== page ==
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  1. It is Fake is offline
    It is Fake's Avatar

    Administrator

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    Jan 2005
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    34,062

    Posted On:
    6/30/2007 4:00pm

    staff
     Style: xingyi

    --
    Hell yeah! Hell no!
    Quote Originally Posted by LowwerWay
    Ok.

    In the big picture, you won't find me to be friend or foe to any kind of doctor. There's good ones, and there's bad ones, and figuring out which is which is the no easy task.
    Friend or foe as in TBK=foe LW= firend.

    To the forum sir, not to a doctor of either discipline.
  2. Phrost is offline
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    Jun 1998
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    Cow Town
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    Posted On:
    6/30/2007 6:09pm

    Business Class Supporting Memberstaff
     Guy Who Pays the Bills and Gets the Death Threats Style: MMA (Retired)

    --
    Hell yeah! Hell no!
    Anecdote:

    Eons ago when I did Wushu and was a lot more gullible, I had "Chi Gong" used on my knees because the old Army injury was exacerbated by all the jumping and crap. The guy, who spoke no English, rubbed a special blend of 11 secret herbs and spices into a poultice to put on my knees, made some humming noises while shooting a double kamehameha into my patellas, and told me to stay out of class for two weeks.

    Miraculously, it worked.

    The staying out of class for 2 weeks, that is.
  3. Quikfeet509 is offline

    Acupuncturist / Anesthesia Student

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    Oct 2004
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    Kansas City - the mecca of civilization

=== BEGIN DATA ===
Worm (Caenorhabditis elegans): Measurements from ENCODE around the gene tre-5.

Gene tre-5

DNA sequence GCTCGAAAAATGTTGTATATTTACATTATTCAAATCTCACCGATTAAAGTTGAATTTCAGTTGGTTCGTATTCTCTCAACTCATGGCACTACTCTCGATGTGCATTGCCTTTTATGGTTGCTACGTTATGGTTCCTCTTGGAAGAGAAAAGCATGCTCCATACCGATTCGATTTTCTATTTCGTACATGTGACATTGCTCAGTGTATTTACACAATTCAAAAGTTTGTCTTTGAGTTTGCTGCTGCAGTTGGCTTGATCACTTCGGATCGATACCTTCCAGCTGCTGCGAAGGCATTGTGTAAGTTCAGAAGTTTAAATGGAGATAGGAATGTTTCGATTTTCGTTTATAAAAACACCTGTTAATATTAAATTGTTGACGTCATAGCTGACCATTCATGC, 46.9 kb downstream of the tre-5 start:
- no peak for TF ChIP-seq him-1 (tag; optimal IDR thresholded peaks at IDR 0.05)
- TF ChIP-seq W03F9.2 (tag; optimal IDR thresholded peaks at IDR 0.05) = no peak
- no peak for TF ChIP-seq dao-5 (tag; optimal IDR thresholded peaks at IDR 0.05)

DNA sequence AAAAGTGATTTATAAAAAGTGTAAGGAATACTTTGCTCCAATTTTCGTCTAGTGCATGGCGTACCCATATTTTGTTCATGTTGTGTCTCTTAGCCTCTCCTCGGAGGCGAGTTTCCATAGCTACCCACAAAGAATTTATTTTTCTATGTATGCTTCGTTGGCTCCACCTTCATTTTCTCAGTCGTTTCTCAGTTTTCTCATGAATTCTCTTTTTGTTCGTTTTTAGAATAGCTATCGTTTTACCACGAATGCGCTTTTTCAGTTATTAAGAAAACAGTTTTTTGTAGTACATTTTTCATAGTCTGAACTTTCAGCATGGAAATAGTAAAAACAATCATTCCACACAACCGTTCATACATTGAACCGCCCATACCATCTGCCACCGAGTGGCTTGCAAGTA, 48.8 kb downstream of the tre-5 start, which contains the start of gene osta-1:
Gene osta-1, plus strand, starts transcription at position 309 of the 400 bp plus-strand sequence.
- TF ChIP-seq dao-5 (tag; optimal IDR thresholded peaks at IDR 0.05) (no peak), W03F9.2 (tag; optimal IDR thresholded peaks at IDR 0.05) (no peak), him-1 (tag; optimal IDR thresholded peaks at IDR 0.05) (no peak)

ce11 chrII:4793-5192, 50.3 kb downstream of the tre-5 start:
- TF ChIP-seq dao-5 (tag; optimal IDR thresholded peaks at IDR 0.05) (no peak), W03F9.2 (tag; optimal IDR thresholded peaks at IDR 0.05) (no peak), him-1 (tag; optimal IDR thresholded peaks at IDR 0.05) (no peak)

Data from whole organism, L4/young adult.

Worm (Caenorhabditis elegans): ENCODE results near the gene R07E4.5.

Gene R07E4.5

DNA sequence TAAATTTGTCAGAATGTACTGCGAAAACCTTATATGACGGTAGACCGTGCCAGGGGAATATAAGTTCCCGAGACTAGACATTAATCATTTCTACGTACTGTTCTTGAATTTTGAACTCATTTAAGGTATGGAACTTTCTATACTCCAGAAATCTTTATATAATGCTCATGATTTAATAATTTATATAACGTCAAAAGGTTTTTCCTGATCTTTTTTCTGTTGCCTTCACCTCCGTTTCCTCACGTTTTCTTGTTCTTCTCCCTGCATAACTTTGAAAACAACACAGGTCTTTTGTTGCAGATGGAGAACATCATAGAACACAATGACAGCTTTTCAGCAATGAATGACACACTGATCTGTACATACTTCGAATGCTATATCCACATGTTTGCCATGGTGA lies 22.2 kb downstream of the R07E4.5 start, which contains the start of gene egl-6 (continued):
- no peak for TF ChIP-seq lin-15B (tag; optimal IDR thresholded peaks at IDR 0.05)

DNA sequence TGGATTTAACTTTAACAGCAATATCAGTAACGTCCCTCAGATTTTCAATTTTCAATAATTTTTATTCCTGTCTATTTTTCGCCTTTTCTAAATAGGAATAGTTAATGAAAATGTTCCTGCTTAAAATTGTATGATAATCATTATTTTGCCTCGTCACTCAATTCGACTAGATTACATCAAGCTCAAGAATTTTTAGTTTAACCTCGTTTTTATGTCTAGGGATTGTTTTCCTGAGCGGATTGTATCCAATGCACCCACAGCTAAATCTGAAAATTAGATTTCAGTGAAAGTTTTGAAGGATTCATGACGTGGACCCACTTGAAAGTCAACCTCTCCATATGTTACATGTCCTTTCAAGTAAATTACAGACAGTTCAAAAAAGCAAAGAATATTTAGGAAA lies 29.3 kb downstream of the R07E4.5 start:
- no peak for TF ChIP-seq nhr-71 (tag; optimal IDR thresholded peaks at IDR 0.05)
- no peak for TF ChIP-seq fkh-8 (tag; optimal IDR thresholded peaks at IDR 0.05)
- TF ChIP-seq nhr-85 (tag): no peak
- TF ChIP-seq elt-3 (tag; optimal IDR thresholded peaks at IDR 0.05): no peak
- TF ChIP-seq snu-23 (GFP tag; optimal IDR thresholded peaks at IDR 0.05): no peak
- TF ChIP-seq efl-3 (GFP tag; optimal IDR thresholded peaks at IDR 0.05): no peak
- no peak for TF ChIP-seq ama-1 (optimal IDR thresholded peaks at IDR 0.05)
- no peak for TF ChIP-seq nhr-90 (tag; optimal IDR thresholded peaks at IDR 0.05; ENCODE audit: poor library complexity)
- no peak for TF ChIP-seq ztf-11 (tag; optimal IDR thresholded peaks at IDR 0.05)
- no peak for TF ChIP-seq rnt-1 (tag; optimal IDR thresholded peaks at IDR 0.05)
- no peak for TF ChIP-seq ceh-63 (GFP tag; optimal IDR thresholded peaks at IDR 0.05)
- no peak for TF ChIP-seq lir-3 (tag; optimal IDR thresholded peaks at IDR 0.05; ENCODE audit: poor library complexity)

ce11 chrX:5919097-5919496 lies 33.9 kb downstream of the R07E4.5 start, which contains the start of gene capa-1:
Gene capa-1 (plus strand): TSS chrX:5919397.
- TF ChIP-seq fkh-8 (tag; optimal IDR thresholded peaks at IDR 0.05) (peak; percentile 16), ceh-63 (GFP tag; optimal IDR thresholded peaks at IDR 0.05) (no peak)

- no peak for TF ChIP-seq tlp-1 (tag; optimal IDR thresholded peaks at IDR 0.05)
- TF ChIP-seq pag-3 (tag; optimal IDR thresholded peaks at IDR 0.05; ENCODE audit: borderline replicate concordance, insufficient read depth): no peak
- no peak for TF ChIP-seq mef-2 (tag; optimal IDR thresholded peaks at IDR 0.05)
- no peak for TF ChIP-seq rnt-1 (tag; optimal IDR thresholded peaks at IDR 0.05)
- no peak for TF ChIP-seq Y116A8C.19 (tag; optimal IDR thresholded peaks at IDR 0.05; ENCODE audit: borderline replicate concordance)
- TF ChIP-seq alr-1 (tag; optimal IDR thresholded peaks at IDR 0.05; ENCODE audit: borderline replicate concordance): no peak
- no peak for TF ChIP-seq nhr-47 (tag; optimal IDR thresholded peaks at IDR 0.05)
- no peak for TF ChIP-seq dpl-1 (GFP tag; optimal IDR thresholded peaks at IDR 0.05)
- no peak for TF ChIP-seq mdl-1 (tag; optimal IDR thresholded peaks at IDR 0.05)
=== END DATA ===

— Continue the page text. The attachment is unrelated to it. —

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    1,622

    Posted On:
    6/30/2007 6:22pm


     Style: Mostly weights now...

    --
    Hell yeah! Hell no!
    Quote Originally Posted by isol8d
    I find it dubious that the article on Quackwatch quotes other websites that are run and owned by the same guy who runs Quackwatch. No doubt that he'll get supporting theories.

    However, it also links to the National Institutes of Heatlh:

    Acupuncture as a therapeutic intervention is widely practiced in the United States. While there have been many studies of its potential usefulness, many of these studies provide equivocal results because of design, sample size, and other factors. The issue is further complicated by inherent difficulties in the use of appropriate controls, such as placebos and sham acupuncture groups. However, promising results have emerged, for example, showing efficacy of acupuncture in adult postoperative and chemotherapy nausea and vomiting and in postoperative dental pain. There are other situations such as addiction, stroke rehabilitation, headache, menstrual cramps, tennis elbow, fibromyalgia, myofascial pain, osteoarthritis, low back pain, carpal tunnel syndrome, and asthma, in which acupuncture may be useful as an adjunct treatment or an acceptable alternative or be included in a comprehensive management program. Further research is likely to uncover additional areas where acupuncture interventions will be useful.


    So there is validity in what TBK posted, however, I do remember people getting bans for posting links with no descriptions or summations.....

    The NIH link is a good start, but you have to view it in context of when it was issued - 1997. The amount of evidence on acupuncture available in the West has exploded in the past ten years so articles like that one [and the position paper from 1981 that TBK posted once] are not as relevant as they used to be.

    Actually, after another look at the website, I noticed this: